You may have read this tidbit here before: Each December inevitably brings two things to the movie review world: 1) Top 10 lists that include limited-run or obscure films. 2) Readers complaining (sometimes, rightfully so) that the inclusion of such titles comes from reviewers who just want to seem smart, exclusive or both.
There’s no way I would highlight lesser-known films just to make waves. Frankly, I’m too old for that shit. But in the course of being a movie reviewer — whatever your contribution to the critical world — you do get more opportunities to see smaller movies. And this is where the sometimes unforgettable gems pop up.
The great news is that the rapidly expanding universe of video on demand (VOD) is making it increasingly easier for everyone to see just about anything that gets even a tiny release. Theater profits be damned, spreading good film is a plus for our culture and VOD expands a fantastic variety of movies into cities and towns far beyond just New York and LA. So, for this year’s Top Ten, I’ve included where and when you can see the movies on the list if they’re not available on the big screen in your area, plus other opinions (Rotten Tomatoes and the IMDb, in this case). As the years go by, you can bet that those opportunities offered to critics will be available to more people. Everywhere.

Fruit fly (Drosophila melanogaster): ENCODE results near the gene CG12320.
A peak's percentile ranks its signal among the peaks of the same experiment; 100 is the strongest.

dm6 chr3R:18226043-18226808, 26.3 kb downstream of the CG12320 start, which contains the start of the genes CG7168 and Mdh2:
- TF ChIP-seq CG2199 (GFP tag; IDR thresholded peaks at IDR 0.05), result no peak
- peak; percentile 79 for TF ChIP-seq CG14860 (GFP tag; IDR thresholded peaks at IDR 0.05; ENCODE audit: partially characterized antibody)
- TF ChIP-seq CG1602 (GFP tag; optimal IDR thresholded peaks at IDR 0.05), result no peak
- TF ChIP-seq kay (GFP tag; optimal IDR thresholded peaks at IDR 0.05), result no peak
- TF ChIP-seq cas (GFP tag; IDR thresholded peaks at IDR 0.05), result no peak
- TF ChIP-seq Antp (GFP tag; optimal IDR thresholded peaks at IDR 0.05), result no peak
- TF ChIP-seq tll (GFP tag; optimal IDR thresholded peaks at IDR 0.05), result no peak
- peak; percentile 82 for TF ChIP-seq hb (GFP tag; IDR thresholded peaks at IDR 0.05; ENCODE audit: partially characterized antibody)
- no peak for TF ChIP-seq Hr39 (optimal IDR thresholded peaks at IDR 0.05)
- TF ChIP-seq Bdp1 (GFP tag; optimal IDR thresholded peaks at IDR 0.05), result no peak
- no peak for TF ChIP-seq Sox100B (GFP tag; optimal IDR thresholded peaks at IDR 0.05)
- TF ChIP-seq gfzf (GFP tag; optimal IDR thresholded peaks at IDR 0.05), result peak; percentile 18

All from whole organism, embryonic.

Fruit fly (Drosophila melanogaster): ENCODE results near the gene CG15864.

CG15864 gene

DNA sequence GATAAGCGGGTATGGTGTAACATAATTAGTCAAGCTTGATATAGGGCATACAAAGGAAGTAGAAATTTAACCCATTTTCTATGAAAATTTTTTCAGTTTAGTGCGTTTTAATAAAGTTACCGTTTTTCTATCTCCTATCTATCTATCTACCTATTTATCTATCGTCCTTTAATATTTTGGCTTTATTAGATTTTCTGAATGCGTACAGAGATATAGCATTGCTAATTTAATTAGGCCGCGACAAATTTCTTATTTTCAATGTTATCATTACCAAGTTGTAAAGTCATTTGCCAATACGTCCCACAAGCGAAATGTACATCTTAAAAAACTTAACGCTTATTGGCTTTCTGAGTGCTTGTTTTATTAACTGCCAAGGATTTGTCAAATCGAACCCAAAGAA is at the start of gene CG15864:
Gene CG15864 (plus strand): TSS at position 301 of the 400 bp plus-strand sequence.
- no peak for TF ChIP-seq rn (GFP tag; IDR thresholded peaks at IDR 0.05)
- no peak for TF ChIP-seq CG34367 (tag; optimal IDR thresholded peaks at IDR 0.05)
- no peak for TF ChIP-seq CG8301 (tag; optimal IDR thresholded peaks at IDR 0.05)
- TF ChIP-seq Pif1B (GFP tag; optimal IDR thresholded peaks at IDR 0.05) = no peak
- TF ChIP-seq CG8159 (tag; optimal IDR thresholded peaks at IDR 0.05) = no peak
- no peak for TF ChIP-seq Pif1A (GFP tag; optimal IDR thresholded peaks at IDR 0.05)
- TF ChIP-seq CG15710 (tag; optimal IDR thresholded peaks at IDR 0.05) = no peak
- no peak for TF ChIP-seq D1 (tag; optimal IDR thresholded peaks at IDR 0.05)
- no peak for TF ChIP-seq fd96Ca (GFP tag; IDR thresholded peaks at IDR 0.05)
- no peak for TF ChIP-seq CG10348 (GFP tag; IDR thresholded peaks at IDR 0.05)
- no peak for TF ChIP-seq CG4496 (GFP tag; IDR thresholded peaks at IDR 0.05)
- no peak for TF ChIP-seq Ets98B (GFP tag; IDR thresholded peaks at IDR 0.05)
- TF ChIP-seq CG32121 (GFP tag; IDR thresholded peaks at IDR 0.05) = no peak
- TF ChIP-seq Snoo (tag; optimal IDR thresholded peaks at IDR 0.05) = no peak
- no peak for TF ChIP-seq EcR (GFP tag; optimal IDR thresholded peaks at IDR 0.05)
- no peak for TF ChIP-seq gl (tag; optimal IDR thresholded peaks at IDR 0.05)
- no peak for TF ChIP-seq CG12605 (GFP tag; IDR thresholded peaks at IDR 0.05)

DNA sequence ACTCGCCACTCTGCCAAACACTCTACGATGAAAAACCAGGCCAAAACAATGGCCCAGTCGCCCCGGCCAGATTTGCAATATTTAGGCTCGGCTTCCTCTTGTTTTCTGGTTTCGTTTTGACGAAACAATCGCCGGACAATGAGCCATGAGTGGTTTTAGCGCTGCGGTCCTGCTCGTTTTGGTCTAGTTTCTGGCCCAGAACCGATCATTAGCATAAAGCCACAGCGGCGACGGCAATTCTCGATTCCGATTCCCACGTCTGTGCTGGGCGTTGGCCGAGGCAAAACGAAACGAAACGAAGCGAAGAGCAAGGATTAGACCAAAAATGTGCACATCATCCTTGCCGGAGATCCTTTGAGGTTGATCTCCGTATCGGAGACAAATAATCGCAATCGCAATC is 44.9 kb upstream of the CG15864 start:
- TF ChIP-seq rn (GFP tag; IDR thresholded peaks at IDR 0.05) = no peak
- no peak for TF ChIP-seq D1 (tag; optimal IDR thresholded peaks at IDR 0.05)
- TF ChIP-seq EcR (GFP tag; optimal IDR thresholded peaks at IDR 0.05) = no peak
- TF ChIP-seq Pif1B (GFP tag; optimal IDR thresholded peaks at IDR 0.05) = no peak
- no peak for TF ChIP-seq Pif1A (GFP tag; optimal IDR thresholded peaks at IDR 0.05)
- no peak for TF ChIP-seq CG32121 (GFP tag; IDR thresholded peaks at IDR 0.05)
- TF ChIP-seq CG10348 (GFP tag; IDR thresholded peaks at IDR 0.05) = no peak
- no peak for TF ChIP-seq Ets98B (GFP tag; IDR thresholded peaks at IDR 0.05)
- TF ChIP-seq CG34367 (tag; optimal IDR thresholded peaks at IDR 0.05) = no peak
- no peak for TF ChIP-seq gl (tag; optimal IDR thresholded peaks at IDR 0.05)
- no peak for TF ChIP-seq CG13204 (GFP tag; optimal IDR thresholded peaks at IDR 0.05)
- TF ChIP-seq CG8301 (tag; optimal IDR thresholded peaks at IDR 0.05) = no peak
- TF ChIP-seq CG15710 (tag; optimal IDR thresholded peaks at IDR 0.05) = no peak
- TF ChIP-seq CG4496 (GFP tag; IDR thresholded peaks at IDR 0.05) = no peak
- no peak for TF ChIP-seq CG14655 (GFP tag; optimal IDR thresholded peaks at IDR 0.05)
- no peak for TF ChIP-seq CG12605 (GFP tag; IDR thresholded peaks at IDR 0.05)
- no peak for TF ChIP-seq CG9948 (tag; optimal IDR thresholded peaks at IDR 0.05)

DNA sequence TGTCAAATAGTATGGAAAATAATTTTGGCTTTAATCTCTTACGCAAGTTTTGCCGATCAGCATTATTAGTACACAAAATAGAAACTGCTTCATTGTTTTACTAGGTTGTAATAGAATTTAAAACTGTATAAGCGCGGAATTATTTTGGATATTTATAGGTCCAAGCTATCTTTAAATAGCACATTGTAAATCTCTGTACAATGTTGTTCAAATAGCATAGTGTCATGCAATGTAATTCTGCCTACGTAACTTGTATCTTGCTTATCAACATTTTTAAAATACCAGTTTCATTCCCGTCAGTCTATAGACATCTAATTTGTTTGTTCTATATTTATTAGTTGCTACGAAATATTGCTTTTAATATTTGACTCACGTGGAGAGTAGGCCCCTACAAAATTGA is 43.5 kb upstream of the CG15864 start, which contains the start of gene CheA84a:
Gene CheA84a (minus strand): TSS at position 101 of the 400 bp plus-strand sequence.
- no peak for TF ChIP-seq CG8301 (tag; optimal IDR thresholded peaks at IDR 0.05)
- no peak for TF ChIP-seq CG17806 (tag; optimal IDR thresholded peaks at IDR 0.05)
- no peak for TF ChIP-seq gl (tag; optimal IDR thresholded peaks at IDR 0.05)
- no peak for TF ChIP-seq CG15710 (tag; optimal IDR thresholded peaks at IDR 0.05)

10. Blue is the Warmest Color (aka The Life of Adele, Chapters 1 and 2)
It’s unfortunate that this three-hour character examination, winner of the Palme d’Or at Cannes, is often defined by its graphic sex scenes because it’s so much more. Director Abdellatif Kechiche has created one of the most thorough studies of a young woman — played here by Adele Exarchopoulos, an unbelievable talent — from high school to her early 20s, through romance and bisexuality and an eager curiosity about life. Exarchopoulos is the definition of fearless, letting us see her character eat with abandon, sleep with her mouth open, cry, scream and fuck, all with human detail that most actresses would consider way beyond the pale of their own humility. You can’t take your eyes off this girl and, often, this movie.
Rotten Tomatoes: 89 IMDb: 8.1
Coming to Criterion Collection Blu-ray on February 25, 2014.
9. Wish You Were Here